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      Iatrogenic Dysnatremias in Children with Acute Gastroenteritis in High-Income Countries: A Systematic Review

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          Abstract

          Background

          Acute gastroenteritis (AGE) causing dehydration with or without dysnatremias is a common childhood health challenge. While it is accepted that oral rehydration therapy is preferred, clinical factors or parent and healthcare provider preferences may lead to intravenous rehydration (IVR). Isotonic solutions are increasingly recommended in most scenarios requiring IVR. Nevertheless, children with AGE, having ongoing losses of water and electrolytes, represent a unique population.

          Objectives

          To evaluate the association between acquired dysnatremias and IVR in children with AGE.

          Methods

          A systematic search of MEDLINE database was conducted through September 14, 2016. Observational studies and clinical trials conducted in high-income countries were included. The Grades of Recommendation, Assessment, Development, and Evaluation approach was used to evaluate the overall quality of evidence for each outcome.

          Results

          603 papers were identified of which 6 were included (3 randomized controlled trials and 3 observational studies). Pooling of patient data was not possible due to significantly different interventions or exposures. Single studies results demonstrated that within 24 h, administration of isotonic saline was not associated with a significant decline in serum sodium while hypotonic solutions (0.2–0.45% saline) were associated, in one study, with mean serum sodium declines from 1.3 mEq/L (139.2, SD 2.9–137.9, SD 2.5) in 133 young infants (aged 1–28 months), to 5.7 (SD 3.1) mEq/L in a subgroup of 18 older children (age mean 5.8, SD 2.7 years). Both isotonic and hypotonic saline were shown to be associated with improvement of baseline hyponatremia in different studies. Baseline hypernatremia was corrected within 4–24 h in 81/83 (99.6%) children using hypotonic saline IVR.

          Conclusion

          There is a paucity of publications assessing the risk for acquired dysnatremias associated with IVR in children with AGE. Current high-quality evidence suggests that, short-term use of isotonic solutions is safe and effective in most children with AGE; hypotonic solutions may also be appropriate in some subpopulations, however, the quality of available evidence is low to very low. Further research investigating outcomes associated with IVR use beyond 24 h focusing on specific age groups is required.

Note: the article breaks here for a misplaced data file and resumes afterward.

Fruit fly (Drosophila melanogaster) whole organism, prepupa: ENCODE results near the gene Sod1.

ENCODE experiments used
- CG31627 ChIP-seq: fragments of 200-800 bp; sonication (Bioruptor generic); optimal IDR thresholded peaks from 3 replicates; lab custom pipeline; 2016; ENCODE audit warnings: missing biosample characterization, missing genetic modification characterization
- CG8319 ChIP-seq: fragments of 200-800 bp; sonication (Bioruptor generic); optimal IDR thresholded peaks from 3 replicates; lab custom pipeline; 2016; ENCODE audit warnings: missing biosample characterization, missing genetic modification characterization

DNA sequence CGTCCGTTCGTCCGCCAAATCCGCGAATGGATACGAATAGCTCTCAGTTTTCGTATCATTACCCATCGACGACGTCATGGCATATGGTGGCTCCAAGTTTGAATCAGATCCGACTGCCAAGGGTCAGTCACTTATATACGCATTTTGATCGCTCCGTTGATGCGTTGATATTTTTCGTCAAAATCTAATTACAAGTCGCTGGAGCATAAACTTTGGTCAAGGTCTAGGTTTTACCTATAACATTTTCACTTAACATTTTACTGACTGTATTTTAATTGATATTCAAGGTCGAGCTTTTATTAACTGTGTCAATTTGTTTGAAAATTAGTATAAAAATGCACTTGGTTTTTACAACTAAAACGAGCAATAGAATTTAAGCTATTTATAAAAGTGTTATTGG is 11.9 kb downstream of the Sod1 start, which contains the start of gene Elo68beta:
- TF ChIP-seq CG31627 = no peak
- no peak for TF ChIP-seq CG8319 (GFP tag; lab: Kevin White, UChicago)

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          Most cited references 37

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          The maintenance need for water in parenteral fluid therapy.

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            Validity and reliability of clinical signs in the diagnosis of dehydration in children.

             O Murphy,  M Gorelick,  K. Shaw (1997)
            To determine the validity and reliability of various clinical findings in the diagnosis of dehydration in children. Prospective cohort study. An urban pediatric hospital emergency department. One hundred eighty-six children ranging in age from 1 month to 5 years old with diarrhea, vomiting, or poor oral fluid intake, either admitted or followed as outpatients. Exclusion criteria included malnutrition, recent prior therapy at another facility, symptoms for longer than 5 days' duration, and hyponatremia or hypernatremia. All children were evaluated for 10 clinical signs before treatment. The diagnostic standard for dehydration was fluid deficit as determined from serial weight gain after treatment. Sixty-three children (34%) had dehydration, defined as a deficit of 5% or more of body weight. At this deficit, clinical signs were already apparent (median = 5). Individual findings had generally low sensitivity and high specificity, although parent report of decreased urine output was sensitive but not specific. The presence of any three or more signs had a sensitivity of 87% and specificity of 82% for detecting a deficit of 5% or more. A subset of four factors-capillary refill >2 seconds, absent tears, dry mucous membranes, and ill general appearance-predicted dehydration as well as the entire set, with the presence of any two or more of these signs indicating a deficit of at least 5%. Interobserver reliability was good to excellent for all but one of the findings studied (quality of respirations). Conventionally used clinical signs of dehydration are valid and reliable; however, individual findings lack sensitivity. Diagnosis of clinically important dehydration should be based on the presence of at least three clinical findings.